Last week, a group of 163 migrants who crossed the border near Lordsburg, New Mexico, turned themselves in to Border Patrol. Among the migrants was a Guatemalan man and his seven-year-old daughter, Jackeline Caal. Eight hours after they were taken into custody, Caal began having seizures. She was flown to the Providence Children’s Hospital in El Paso, Texas, where she went into cardiac arrest. Less than a day later, she was dead. “Our sincerest condolences go out to the family of the child,” U.S. Customs and Border Protection spokesman Andrew Meehan said in a statement to the Washington Post, which reported the news Thursday night. “Border Patrol agents took every possible step to save the child’s life under the most trying of circumstances. As fathers and mothers, brothers and sisters, we empathize with the loss of any child.”
According to CBP, Caal “reportedly had not eaten or consumed water for several days” before being taken into custody. Prior to being flown to El Paso, she was recorded as having a temperature of 105.7 degrees. Enduring prolonged periods without proper nourishment is not uncommon for migrants making their way to the border, and Border Patrol typically provides food and water to those they apprehend. It’s unclear whether this was the case with the seven-year-old from Guatemala, and CBP has said it is investigating what happened. The father, whose name has not been released as of this writing, is still El Paso, waiting to meet with officials from the Guatemalan consulate, according to the Post.
The Department of Homeland Security, which oversees CBP, released a statement early Friday morning after the death was announced. The department that oversees the CBP claimed they “were unable to stop this tragedy from occurring” while essentially blaming the father for the death of his daughter.
DHS statement tonight on the death of a 7-year-old girl in Border Patrol custody: pic.twitter.com/FzC6VftKVe
— Hamed Aleaziz (@Haleaziz) December 14, 2018
The White House was also quick to absolve itself of any potential wrongdoing. “Does the administration take responsibility for a parent taking a child on a trek through Mexico to get to this country? No,” Deputy Press Secretary Hogan Gidley said Friday morning on Fox News.
Though the DHS says Caal died despite their “best efforts” to save her life, there’s plenty of reason to suspect the death could have been prevented. The department’s treatment of migrants has been under heavy scrutiny for months. After the Trump administration instituted its family separation policy in April, DHS housed many migrant children in cages, and reports of improper care of children with medical conditions have persisted. The Border Patrol’s inhumane treatment of migrants predates the family separation policy, as well. In January, it was reported that Border Patrol agents routinely destroy food and water that humanitarian groups leave for migrants. “The practice of destruction of and interference with aid is not the deviant behavior of a few rogue border patrol agents,” the report read, “it is a systemic feature of enforcement practices in the borderlands.”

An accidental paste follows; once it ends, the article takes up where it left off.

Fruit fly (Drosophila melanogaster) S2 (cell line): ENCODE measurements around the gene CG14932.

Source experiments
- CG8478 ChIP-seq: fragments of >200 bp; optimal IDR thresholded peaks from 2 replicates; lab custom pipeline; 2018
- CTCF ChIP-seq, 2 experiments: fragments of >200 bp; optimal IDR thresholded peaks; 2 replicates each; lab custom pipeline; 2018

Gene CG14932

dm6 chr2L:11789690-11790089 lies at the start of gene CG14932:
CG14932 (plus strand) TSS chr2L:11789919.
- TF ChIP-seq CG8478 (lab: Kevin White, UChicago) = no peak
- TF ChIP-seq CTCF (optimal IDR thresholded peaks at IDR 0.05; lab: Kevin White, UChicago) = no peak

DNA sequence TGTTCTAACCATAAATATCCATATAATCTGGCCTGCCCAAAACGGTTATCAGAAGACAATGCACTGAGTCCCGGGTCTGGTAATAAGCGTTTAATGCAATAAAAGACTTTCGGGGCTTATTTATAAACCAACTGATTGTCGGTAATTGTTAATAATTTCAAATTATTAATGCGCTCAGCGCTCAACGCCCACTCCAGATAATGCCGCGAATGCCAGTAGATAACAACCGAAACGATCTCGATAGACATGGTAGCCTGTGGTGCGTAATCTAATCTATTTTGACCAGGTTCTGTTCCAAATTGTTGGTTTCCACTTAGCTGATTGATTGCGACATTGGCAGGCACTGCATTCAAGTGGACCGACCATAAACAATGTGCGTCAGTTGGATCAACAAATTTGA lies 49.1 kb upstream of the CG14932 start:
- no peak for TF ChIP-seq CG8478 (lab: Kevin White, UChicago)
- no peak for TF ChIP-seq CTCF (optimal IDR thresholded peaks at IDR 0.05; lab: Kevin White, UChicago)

Caal isn’t the first child to die after being held in DHS custody. In May, the infant daughter of Yazmin Juarez, a Guatemalan woman who was detained after crossing the border two months earlier, died after the family was released to stay with Juarez’s mother in New Jersey. Through her lawyers, Juarez accused ICE of holding her and her daughter in a facility “with unsafe conditions, neglectful medical care, and inadequate supervision,” claiming the child contracted a respiratory infection that “went woefully under-treated for nearly a month.”
On Tuesday, CBP Commissioner Kevin McAleenan testified to the Senate Judiciary Committee that the agency’s holding cells are not able to adequately accommodate the influx of families crossing the border. As the Post pointed out on Thursday, 58 percent of the migrants taken into custody by CBP traveled across the border as part of a family. The DHS is set to appear before the House Judiciary Committee next week, and incoming chairman Jerrold Nadler (D-NY) wrote that he plans to press Secretary Kirstjen Nielsen about last week’s incident. “A 7-year-old child dies while in the custody of the U.S. government,” Nadler tweeted. “@DHSGov Secretary is coming before @HouseJudiciary next week, and we will be demanding immediate answers to this tragedy.”
Nadler wasn’t the only lawmaker to demand answers. “I am deeply saddened by this girl’s death,” tweeted 2018 Senate candidate and potential 2020 presidential hopeful Beto O’Rouke. “There must be a complete investigation and the results shared with Congress and the public.” Sen. Kamala Harris (D-CA), another potential 2020 hopeful, felt similarly. “This is tragic. We need a full and thorough account of what happened before this 7-year-old girl died of dehydration and exhaustion in CBP custody,” she tweeted.
The ACLU weighed in, as well, calling for a “rigorous” investigation. “This is a horrific, indefensible tragedy,” the organization tweeted on Thursday. “What’s worse is that it is far from the first death at the hands of DHS. If this isn’t the America we want to be, now is the time to be loud about it.”